More than half a million people in the U.S. experience cardiac arrest each year and less than 15% survive, prompting the American Heart Association (AHA) to update guidelines for cardiopulmonary resuscitation (CPR), in efforts to improve survival.
“A large gap exists between current knowledge of CPR quality and its optimal implementation,” Peter A. Meaney, MD, MPH, of Children’s Hospital of Philadelphia, and colleagues wrote in the new consensus statement published in Circulation.
Cardiac arrest survival rates range from 3% to 16% for out-of-hospital cardiac arrest and from 33% to 49% for pediatric cardiac arrest in hospitals, according to background information in the article. Although survival rate are greater than 20% within a hospital setting between the hours of 7 AM and 11 PM, this rate drops to 15% for the remaining hours of the day.
“Poor-quality CPR should be considered a preventable harm,” the researchers wrote. They blamed “variation in monitoring, implementation and quality improvement.”
Meaney and colleagues reviewed existing literature on the subject, including studies, expert opinion and the previous 2010 CPR guidelines from the AHA. Ultimately, the group broke down CPR quality into four areas — metrics, monitoring and feedback, team-level logistics, and continuous quality improvement — while also covering general gaps in existing knowledge and technology. They issued several specific recommendations:
- Chest compression fraction (CCF) should be greater than 80%. Reduction in preshock pause would help in limiting interruptions to the procedure.
- Chest compression rates should optimally be between 100 and 120 compressions per minute, as consistent rates above or below that range “appear to reduce survival to discharge.”
- Chest compression depth of ≥ 50 mm for adults and least one third of the anterior-posterior dimension of the chest in infants and children
- No residual leaning over the patient’s chest between compressions, as this may impede full chest expansion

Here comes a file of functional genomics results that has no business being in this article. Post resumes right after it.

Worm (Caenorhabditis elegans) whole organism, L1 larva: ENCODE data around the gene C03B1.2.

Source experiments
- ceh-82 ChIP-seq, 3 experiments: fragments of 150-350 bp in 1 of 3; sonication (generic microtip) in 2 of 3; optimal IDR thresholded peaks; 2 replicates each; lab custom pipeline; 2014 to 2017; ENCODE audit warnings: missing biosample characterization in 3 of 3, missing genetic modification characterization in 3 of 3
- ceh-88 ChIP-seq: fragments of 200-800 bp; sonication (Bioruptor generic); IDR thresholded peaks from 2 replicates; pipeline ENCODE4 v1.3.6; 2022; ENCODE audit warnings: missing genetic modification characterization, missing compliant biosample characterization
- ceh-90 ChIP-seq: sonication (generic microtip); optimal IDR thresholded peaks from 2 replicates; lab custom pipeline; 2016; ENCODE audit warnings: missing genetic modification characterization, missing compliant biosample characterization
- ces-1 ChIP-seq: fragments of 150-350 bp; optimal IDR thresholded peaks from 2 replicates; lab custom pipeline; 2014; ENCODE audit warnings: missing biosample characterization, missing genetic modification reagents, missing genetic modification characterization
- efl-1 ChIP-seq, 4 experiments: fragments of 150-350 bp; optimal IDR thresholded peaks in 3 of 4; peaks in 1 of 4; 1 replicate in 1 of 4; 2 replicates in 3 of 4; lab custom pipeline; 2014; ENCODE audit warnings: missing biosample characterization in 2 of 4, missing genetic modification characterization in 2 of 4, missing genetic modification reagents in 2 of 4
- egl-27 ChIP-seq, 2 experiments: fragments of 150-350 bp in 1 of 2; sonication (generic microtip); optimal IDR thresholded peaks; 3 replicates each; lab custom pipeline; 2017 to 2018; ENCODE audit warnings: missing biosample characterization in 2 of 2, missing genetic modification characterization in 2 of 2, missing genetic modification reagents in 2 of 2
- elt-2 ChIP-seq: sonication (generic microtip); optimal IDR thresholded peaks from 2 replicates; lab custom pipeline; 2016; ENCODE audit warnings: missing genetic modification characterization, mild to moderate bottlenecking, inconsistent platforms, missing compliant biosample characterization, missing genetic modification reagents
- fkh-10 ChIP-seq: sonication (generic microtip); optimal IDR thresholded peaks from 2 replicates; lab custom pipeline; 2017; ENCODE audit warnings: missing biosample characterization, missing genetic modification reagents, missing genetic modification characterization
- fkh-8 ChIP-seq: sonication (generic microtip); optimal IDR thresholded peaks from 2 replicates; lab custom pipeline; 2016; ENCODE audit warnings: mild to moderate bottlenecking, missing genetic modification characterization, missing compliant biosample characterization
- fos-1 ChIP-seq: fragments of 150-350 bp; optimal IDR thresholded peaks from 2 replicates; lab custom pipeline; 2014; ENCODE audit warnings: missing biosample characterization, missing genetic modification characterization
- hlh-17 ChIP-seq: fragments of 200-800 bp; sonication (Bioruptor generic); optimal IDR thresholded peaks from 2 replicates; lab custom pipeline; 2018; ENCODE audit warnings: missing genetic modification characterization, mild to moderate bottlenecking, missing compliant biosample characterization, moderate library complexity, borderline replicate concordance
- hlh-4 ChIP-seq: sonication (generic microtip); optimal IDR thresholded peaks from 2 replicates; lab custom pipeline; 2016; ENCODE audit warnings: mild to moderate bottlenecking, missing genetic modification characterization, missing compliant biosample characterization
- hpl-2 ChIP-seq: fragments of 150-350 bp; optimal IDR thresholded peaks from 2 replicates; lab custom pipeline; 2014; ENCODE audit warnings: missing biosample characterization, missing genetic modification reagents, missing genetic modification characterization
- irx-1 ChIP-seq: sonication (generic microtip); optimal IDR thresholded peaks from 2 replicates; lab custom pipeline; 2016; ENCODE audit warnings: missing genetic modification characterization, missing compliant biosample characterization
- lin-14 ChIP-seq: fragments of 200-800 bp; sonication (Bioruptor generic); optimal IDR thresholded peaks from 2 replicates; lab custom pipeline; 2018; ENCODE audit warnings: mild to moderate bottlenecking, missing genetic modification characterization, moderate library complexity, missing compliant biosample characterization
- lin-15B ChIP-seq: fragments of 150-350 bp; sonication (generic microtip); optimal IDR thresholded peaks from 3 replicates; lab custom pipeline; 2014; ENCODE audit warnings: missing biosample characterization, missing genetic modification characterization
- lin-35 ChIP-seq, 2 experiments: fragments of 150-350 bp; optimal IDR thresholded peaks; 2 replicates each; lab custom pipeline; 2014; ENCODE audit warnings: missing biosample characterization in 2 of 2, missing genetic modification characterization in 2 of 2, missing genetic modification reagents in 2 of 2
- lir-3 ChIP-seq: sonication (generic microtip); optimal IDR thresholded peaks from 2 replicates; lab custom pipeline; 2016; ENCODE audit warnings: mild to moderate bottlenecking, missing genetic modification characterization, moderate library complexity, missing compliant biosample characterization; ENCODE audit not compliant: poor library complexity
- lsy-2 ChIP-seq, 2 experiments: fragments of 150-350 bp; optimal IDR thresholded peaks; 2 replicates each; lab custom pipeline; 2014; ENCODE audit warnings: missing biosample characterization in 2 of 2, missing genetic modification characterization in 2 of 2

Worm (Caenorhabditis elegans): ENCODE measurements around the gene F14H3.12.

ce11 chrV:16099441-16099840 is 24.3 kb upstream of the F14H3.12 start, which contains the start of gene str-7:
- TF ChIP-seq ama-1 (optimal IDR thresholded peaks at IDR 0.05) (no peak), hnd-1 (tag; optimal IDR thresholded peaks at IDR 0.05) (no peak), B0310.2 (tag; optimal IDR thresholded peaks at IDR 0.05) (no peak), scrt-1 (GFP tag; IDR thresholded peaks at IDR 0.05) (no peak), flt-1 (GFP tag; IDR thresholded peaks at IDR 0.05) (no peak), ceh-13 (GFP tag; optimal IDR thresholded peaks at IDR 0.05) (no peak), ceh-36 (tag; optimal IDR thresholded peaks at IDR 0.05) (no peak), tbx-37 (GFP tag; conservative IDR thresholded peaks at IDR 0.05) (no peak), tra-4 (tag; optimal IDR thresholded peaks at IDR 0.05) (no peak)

- Keep ventilation under 12 breaths per minute, since CCF is a higher priority.
- Using at least one method to continuously monitor the patient’s physiological response to CPR.
To ensure that these tactics are executed, the rescuer and patient should be monitored by a teammate who is able to provide information through visual observation as well as quantitative data via invasive hemodynamic monitoring.
Using intra-arterial and central venous catheters, monitors should strive to maintain diastolic blood pressure at more than 25 mmHg and ETCO2 at more than 10 mmHg through communication with the rescuer. The patient’s pulse is not considered a reliable source for information.
The study also challenged researchers to improve current CPR technology, noting that many aspects of evaluation can only be done after the fact.
Protocol was addressed on larger scales as well. Systems of care, such as EMS teams and hospitals, should develop a coordinated code team response that gives each member involved specific responsibilities.
On a national level, there should be a standard system for reporting CPR quality metrics, whereby data is electronically stored and used later to conduct research to improve CPR quality in the future.
Although generally critical of national CPR performance, the researchers acknowledged that improving technology and research have provided the country with “a tremendous opportunity to improve CPR performance during resuscitation events both inside and outside the hospital.”
by Walker Harrison, an undergraduate student at Columbia University and editorial intern with Clinical Advisor.